Don’t Be Afraid of the ‘W’ Word
I’ve noticed there's an odd aversion in many young writers as to whether they should call themselves just that—writers. I've heard it time and time again, in almost every single creative writing workshop I've been a part of: "I write, but I'm not a writer. God forbid I should call myself a writer."
As far as I can tell, their thinking seems to go like this: I write, but I'm not a writer. I'm not good enough at this art form to be a writer; I don't want to sound pompous; I'm just starting out and I haven't achieved enough to call myself a writer.
I suspect there are also other undercurrents threaded through this discourse. Who doesn't know someone who's dabbled in poetry, who's attempted a novel? Does that mean that what you’re doing isn’t special? And who doesn’t recognize the stereotype of someone who calls him- or herself a writer but only dashes off haiku about beautiful souls and bleeding hearts between sips of fair-trade coffee from a country you've never even heard of—and believes those drafts to be works of genius, never to be sweated over or cried about during the revision process? Does calling yourself a writer now mean that you’re taking yourself too seriously? Does it somehow cheapen the art?
I’m inclined to take all these assumptions and anxieties, and throw them out the window. I used to be one of those people who hated to call herself a writer, but that’s because I didn’t know then what I know now. A writer is a person who is dedicated to the craft, to improving, to looking at the world and turning those observations into an artistic statement about the way we live. If you’re doing those things—or something similar to those things—odds are, you are, in fact, a writer.
The truth of it is this: if you’re not going to take yourself seriously, no one else is going to do it for you—and you do need to take yourself at least a little bit seriously if you want to dedicate yourself to anything, including art. No one else is going to validate what you do; you need to do that for yourself. You need to own what you do, and oftentimes that means, yes, giving yourself a label.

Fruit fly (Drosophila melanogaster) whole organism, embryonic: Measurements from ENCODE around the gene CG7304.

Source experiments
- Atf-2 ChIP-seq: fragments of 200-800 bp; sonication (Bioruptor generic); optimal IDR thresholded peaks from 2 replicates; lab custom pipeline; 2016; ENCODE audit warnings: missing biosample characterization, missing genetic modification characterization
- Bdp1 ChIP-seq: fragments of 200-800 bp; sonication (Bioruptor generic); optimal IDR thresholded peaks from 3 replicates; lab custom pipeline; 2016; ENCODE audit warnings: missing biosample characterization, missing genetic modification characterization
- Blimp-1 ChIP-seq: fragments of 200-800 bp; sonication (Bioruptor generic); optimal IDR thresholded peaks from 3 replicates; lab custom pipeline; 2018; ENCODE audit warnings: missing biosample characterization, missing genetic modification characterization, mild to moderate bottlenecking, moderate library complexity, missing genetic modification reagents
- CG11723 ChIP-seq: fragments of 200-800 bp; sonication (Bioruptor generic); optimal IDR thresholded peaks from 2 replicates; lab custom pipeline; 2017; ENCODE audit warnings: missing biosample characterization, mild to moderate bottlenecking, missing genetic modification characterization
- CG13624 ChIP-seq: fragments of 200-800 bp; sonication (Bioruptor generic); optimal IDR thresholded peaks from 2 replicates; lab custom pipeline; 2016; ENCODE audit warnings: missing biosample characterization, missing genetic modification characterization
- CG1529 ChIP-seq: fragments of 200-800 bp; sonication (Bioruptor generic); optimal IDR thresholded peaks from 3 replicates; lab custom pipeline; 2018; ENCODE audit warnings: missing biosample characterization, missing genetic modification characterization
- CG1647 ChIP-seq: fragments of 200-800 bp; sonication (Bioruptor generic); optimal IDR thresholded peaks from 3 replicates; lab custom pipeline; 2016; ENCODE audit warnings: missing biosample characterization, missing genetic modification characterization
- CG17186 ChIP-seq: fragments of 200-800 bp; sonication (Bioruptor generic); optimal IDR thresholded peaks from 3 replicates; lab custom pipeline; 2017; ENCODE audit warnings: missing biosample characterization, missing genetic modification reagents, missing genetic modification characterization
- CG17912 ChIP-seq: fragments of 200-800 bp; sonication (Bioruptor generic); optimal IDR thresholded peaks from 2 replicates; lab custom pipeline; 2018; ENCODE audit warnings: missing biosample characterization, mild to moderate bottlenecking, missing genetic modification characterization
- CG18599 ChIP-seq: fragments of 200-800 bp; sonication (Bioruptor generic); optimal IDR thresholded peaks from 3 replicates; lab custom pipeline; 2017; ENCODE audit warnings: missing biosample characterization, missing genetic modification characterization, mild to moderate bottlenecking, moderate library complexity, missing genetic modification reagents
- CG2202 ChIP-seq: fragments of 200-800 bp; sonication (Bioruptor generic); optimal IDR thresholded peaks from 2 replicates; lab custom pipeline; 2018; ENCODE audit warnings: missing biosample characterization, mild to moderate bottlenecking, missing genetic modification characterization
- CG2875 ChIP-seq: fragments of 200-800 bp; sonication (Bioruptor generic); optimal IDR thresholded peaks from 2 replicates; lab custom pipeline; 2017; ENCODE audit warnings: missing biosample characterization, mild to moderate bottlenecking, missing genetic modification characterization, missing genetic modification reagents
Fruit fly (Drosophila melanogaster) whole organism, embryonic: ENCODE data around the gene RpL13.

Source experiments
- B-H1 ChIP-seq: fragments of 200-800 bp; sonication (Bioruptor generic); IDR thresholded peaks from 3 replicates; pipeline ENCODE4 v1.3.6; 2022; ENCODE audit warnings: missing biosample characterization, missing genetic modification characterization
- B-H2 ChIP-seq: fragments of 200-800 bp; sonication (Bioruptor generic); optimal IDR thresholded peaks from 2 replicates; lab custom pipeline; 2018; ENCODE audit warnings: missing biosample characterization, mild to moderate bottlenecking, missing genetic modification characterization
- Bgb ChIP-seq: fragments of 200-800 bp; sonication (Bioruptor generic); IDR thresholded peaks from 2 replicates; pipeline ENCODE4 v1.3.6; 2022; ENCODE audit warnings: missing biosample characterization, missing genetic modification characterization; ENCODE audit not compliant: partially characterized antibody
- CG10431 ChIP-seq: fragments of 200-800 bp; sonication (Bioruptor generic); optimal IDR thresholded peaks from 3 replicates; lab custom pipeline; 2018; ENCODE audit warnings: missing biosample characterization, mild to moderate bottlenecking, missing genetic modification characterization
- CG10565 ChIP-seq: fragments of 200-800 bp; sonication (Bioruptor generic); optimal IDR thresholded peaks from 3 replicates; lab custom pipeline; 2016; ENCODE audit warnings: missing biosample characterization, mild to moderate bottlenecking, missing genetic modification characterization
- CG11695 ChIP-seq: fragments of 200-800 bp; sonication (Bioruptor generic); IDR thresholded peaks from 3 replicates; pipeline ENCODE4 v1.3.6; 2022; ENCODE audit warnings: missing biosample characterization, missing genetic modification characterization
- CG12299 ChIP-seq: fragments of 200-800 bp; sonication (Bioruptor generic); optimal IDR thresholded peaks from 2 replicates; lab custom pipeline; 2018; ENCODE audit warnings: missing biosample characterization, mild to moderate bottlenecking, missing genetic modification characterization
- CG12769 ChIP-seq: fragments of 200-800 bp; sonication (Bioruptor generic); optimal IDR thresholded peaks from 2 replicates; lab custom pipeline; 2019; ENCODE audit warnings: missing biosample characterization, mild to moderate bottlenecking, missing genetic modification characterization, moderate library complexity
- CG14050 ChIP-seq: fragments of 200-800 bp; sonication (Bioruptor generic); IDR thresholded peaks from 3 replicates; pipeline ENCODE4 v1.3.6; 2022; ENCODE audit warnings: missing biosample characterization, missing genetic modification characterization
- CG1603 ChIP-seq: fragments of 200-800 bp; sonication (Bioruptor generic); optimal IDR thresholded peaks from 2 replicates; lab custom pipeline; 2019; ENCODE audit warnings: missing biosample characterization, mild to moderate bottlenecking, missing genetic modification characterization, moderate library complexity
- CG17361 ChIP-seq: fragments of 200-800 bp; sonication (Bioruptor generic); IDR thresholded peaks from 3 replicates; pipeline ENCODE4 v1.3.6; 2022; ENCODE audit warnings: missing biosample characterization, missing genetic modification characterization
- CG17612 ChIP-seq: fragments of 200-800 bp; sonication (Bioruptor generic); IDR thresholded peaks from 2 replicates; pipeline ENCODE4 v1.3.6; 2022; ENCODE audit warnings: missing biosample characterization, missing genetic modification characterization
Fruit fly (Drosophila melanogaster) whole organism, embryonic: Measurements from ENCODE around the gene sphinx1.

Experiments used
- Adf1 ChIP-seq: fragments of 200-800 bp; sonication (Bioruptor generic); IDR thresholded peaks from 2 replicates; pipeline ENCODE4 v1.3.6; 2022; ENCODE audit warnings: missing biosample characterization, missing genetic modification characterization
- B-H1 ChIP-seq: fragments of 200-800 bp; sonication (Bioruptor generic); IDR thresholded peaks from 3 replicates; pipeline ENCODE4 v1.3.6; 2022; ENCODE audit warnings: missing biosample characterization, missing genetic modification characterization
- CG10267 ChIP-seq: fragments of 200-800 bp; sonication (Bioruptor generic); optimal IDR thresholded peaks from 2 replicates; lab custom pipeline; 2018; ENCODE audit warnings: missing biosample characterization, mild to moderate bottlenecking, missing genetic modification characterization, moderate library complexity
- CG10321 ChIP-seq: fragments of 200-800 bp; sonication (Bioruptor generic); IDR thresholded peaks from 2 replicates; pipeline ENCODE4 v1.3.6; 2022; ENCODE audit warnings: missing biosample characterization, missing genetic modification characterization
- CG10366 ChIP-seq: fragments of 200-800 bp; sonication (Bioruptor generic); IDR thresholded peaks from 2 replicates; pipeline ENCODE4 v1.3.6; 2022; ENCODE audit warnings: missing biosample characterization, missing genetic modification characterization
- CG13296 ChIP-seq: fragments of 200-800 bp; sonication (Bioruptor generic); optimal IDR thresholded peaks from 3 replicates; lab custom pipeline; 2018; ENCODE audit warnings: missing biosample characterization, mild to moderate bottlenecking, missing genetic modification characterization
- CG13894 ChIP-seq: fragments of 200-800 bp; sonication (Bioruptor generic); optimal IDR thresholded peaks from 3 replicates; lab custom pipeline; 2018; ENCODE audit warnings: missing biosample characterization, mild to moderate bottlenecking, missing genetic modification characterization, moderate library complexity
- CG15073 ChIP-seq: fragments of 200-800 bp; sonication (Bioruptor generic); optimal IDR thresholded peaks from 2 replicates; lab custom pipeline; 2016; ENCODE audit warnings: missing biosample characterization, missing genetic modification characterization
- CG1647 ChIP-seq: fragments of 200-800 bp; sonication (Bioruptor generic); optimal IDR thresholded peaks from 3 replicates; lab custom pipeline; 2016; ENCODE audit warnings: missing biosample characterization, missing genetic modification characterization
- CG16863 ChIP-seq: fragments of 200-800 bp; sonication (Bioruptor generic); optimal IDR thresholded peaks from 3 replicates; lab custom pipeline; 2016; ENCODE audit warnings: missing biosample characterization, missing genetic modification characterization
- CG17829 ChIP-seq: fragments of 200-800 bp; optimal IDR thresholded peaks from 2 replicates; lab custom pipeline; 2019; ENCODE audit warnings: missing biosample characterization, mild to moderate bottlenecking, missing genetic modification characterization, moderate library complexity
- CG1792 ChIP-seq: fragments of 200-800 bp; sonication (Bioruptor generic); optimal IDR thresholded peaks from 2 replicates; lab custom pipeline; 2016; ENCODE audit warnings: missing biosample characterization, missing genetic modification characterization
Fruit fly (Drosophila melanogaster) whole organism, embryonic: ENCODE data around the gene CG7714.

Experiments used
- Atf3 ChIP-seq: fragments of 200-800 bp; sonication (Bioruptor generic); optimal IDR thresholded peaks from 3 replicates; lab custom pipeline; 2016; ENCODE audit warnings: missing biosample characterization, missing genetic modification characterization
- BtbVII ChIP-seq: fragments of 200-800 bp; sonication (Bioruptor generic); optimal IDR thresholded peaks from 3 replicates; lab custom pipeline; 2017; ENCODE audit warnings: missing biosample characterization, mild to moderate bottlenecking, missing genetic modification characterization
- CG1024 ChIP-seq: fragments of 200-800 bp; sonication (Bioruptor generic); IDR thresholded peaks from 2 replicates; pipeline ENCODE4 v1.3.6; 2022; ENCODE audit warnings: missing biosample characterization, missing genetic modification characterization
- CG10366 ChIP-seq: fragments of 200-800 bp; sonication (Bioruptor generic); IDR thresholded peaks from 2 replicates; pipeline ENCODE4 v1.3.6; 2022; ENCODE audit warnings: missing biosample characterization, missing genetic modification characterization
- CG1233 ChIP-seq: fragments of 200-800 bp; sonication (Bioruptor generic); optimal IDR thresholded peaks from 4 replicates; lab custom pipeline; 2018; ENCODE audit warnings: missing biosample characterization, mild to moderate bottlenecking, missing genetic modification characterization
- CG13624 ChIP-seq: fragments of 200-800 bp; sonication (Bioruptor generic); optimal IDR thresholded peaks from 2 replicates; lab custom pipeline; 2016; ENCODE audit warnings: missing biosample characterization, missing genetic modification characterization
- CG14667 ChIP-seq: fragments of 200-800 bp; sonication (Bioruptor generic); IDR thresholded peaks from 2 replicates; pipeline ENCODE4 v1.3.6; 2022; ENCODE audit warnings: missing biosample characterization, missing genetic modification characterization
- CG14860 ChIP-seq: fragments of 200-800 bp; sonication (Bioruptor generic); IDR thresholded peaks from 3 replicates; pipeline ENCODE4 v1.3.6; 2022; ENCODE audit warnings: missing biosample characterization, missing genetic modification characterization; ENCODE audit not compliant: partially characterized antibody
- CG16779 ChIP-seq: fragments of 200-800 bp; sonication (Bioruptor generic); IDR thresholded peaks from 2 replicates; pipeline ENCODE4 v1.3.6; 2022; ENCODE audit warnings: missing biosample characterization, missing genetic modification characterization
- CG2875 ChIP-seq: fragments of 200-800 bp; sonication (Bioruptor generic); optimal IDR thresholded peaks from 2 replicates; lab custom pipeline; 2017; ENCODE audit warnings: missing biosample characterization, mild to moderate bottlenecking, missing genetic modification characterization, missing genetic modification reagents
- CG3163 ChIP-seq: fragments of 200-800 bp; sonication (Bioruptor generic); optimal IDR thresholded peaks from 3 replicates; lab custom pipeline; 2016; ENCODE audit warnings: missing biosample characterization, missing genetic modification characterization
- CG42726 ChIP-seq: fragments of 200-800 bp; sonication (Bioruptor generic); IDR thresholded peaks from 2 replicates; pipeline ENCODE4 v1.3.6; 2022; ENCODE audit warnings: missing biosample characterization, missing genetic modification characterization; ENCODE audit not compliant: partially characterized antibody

I might be only a fourth-year university student, but I’m learning how to call myself a writer because I know that this is an art form that is going to stick with me through graduate school and beyond. I want to show people that I’m serious not just about scribbling down a first draft, but into honing those words into some statement about what I’m thinking about now and what I’m seeing in my generation. I know that I’m by no means an expert craftsperson, or even a better artist than other people my own age, but I also know that to take myself seriously, I owe it to myself to call myself what I am.
So go ahead and call yourself a writer. And then get back to doing what you love: writing.
A native New Yorker, Kate Lu is currently a student at The George Washington University in Washington, DC, majoring in English with a concentration in fiction writing. Her short stories have most recently appeared in Ellipsis…Literature and Art (http://www.ellipsis-literature.com/), The Missing Slate (http://issuu.com/themissingslate/docs/issue_5_winter_2012), and, of course, The Battered Suitcase (http://www.vagabondagepress.com/10301/10301.html).